Opinion by Preston Gralla

The missing link in Microsoft’s A.I. strategy

The company’s minuscule mobile presence is likely the reason it kept Windows Phone on life support for so long.

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Opinion by Preston Gralla

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The future belongs to the tech company that best harnesses artificial intelligence. A.I. is vital to understanding what consumers want and thus better design products for them. It is crucial in attracting consumers by delivering them the most customized and attractive content at the point they want it. And it is essential to providing cloud services that help corporations increase their efficiency and improve the way they operate.

Microsoft, like Google, Apple, Facebook and Amazon, is betting big on A.I. The company has some definite A.I. strengths. But it also is missing an important piece: widely used mobile technology. Without that, it will be tough or impossible for Microsoft to win the A.I. war.

Let’s start off with the company’s A.I. strengths. The most important one is data. Machine learning, A.I.’s cutting edge, requires vast amounts of data, and Microsoft has plenty of it, thanks to its Bing search engine, its Windows and Office users and its LinkedIn social media site. Although Bing is a distant also-ran to Google’s search engine, it’s an excellent foundation for A.I., because the second-most popular search engine still yields plenty of raw data. Larry Cornett, a former executive for Yahoo's search engine, says of Bing: “Having hundreds of millions of queries a day is exactly what you need to power huge artificial intelligence systems.”

Another strong advantage is Microsoft’s direct-to-consumer and direct-to-business outlets for its A.I. work: more than 500 million active Windows 10 devices with the A.I.-based personal assistant Cortana built in. And Microsoft Office, which remains the dominant suite on the planet, increasingly has A.I. built into it for things such as proofreading and automatic language translations. All this not only helps Microsoft deliver the benefits of A.I. to its customers

, but also lets the company fine-tune its A.I. algorithms by getting feedback on how well they work.

But Microsoft is missing something very big in A.I. as well: a significant mobile presence. Google and Apple, via Android and iOS, gather tremendous amounts of useful data for their A.I. work. And gathering the data is just the starting point. Hundreds of millions of people around the world use the A.I.-powered Siri, Google Assistant and Google Now on their mobile devices. So Google and Apple can continue to improve their A.I. work, based on how people use their devices. Given that the future (and to a great extent, the present) is mobile, all this means serious problems for Microsoft in A.I.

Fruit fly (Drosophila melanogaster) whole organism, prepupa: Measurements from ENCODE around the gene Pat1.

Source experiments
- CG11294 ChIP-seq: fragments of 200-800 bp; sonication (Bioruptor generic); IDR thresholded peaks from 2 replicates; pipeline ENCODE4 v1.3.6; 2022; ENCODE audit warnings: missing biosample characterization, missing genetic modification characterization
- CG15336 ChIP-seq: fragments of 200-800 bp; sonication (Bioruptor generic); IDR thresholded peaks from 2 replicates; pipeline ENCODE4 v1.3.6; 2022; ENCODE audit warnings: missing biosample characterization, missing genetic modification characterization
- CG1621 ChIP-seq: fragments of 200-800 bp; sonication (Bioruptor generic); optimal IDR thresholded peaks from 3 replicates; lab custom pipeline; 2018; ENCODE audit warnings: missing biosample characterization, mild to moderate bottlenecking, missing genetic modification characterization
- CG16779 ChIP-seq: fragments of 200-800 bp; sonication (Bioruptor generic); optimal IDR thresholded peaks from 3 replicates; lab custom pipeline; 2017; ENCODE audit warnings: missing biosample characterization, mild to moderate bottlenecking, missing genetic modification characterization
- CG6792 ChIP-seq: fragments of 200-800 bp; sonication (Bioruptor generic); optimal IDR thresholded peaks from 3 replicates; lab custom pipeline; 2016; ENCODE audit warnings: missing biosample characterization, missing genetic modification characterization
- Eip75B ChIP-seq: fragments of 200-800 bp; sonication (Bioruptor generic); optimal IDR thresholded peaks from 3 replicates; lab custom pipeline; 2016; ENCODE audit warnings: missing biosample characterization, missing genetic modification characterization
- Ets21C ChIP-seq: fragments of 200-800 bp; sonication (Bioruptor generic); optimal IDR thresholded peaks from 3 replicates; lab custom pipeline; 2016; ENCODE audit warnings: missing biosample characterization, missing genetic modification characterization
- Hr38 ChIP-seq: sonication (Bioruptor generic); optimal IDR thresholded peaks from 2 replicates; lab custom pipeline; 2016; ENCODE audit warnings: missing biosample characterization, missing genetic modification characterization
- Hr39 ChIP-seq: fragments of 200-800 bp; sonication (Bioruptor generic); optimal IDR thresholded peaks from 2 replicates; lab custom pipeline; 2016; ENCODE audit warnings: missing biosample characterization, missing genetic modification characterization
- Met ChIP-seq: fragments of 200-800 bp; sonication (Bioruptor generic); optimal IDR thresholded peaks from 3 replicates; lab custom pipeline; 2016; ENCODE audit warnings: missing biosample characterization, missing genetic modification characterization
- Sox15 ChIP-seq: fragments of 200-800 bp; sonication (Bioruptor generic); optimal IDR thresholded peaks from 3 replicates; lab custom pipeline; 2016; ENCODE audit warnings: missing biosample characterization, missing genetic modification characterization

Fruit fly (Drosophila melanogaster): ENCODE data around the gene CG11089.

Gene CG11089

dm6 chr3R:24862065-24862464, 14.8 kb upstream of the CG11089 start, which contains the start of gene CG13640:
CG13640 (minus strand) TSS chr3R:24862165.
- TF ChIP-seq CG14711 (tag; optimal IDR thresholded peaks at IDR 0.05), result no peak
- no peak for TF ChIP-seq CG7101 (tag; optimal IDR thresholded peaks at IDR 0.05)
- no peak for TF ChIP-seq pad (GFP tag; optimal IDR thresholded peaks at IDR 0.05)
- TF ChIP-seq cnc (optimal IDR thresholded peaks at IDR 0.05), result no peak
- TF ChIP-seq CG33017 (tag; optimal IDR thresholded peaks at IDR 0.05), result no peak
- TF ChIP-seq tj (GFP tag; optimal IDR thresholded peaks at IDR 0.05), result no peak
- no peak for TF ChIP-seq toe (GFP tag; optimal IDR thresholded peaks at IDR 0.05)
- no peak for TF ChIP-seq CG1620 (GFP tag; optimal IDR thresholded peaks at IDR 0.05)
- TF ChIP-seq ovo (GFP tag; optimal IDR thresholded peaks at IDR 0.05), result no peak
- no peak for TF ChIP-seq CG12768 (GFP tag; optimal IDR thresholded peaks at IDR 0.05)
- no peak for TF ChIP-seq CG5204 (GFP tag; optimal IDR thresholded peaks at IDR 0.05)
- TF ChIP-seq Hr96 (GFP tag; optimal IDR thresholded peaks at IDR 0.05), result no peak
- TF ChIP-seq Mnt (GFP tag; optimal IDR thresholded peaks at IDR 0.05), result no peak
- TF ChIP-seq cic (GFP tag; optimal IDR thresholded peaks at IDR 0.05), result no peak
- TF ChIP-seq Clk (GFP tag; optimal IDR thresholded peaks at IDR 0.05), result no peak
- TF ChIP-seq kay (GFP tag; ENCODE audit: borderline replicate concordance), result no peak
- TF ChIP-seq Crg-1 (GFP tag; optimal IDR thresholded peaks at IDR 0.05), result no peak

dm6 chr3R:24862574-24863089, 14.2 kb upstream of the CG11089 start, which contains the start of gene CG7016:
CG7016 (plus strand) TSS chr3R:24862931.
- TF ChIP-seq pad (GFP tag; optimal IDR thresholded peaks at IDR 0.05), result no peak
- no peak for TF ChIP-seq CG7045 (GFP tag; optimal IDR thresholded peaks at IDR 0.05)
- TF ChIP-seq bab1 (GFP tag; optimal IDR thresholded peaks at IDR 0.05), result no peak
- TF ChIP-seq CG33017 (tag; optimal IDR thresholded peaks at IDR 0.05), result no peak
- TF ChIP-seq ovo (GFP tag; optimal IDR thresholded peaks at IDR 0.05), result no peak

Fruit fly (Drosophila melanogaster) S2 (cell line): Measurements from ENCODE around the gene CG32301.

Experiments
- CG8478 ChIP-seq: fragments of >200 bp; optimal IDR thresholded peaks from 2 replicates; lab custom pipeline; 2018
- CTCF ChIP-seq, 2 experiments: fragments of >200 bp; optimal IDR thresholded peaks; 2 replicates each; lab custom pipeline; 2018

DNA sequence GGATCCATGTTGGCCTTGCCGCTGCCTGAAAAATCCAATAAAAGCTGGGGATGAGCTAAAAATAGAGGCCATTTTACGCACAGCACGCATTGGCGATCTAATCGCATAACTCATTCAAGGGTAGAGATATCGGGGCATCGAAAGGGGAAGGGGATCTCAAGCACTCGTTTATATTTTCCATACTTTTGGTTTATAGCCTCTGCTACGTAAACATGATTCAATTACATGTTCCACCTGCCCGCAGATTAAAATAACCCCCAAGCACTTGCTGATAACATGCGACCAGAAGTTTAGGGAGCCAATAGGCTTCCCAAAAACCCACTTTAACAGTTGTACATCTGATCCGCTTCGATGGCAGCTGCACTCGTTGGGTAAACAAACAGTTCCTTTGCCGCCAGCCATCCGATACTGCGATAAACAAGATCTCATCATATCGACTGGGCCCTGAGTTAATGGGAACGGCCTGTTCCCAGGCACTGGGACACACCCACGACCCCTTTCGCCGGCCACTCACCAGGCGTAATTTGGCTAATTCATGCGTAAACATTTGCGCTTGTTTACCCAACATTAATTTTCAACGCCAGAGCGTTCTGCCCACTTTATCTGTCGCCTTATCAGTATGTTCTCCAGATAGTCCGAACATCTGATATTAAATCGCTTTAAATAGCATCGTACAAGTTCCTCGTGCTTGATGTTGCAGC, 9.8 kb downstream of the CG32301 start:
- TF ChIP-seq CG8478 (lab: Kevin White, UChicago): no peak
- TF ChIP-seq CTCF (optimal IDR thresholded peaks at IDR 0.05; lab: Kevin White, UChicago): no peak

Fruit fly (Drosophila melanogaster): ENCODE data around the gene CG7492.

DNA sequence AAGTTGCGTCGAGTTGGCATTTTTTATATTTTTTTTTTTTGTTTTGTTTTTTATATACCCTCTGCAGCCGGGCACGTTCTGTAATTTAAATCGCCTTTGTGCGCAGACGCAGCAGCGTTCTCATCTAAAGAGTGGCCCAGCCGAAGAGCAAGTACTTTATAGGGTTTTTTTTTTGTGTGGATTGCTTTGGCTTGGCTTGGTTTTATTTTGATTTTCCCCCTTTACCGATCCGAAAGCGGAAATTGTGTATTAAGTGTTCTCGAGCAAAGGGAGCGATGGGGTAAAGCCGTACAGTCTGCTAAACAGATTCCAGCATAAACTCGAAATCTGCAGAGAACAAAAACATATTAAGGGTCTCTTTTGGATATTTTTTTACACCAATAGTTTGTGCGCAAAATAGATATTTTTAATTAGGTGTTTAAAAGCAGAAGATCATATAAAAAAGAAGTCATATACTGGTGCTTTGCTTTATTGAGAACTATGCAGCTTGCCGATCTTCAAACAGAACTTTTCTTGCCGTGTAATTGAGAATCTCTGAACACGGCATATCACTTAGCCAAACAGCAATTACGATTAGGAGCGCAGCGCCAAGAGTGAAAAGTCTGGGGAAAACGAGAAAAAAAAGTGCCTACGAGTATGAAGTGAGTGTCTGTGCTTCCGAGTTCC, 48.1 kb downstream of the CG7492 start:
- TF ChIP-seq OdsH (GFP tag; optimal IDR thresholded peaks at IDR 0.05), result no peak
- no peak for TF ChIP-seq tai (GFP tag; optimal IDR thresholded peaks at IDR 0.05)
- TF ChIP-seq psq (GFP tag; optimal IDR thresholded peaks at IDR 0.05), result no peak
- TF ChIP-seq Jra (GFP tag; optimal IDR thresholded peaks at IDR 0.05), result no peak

A.I. is likely a big part of the reason that Microsoft kept Windows Phone on life support for so many years, spending billions of dollars while it died a slow, ugly, public death. Just before Microsoft announced in October that it would no longer continue development of the mobile operating system and only release bug fixes and security updates for it, the company had a 1.3% share of the smartphone market in the U.S. and lower than that in most other places around the world, including 1% in Great Britain and Mexico, 1.2% in Germany and 0% in China.

Because of the utter failure of its mobile efforts so far, Microsoft is struggling to find ways to include mobile in its A.I. work. It has developed Cortana for iOS and Android, though few people will bother to give up Siri or Google Assistant for it. Microsoft has also made an attempt to get into the home A.I. market (which is a form of mobile) by partnering with hardware companies to develop Cortana-powered speakers. The first one, Invoke by Harman Kardon, hasn’t gotten particularly good reviews. It’s likely not selling well, either: After its initial late-October release, its price dropped 50%, from $200 to $100.

To make up for its mobile woes, Microsoft has signed a deal with Amazon to connect Cortana to Alexa, Amazon’s A.I.-powered digital assistant. The idea is that when someone issues a command to do something that Cortana does best — such as set up an appointment in Outlook — Cortana would do the work, but that when Alexa would be better suited for a task, such as searching Amazon, Alexa would take over. Initially, the cooperation will be a kludge. If you’re using Alexa, you’ll have to say, “Alexa, open Cortana” before issuing your command, and on Cortana, you’ll have to say, “Cortana, open Alexa.” In the long run, they’re expected to work more seamlessly.

But that will only go partway toward helping solve Microsoft’s mobile A.I. problem. After all, Amazon failed dismally when it tried to muscle its way into the smartphone market with its ill-fated Amazon Fire Phone.

The upshot of all this? Microsoft likely won’t become dominant in A.I., thanks to its failure in mobile. Windows and Office users, as well as enterprises that use Microsoft’s cloud-based services, will be the company’s primary market for its A.I. capabilities. But without a serious mobile presence, the company will remain an A.I. also-ran.


Copyright © 2017 IDG Communications, Inc.

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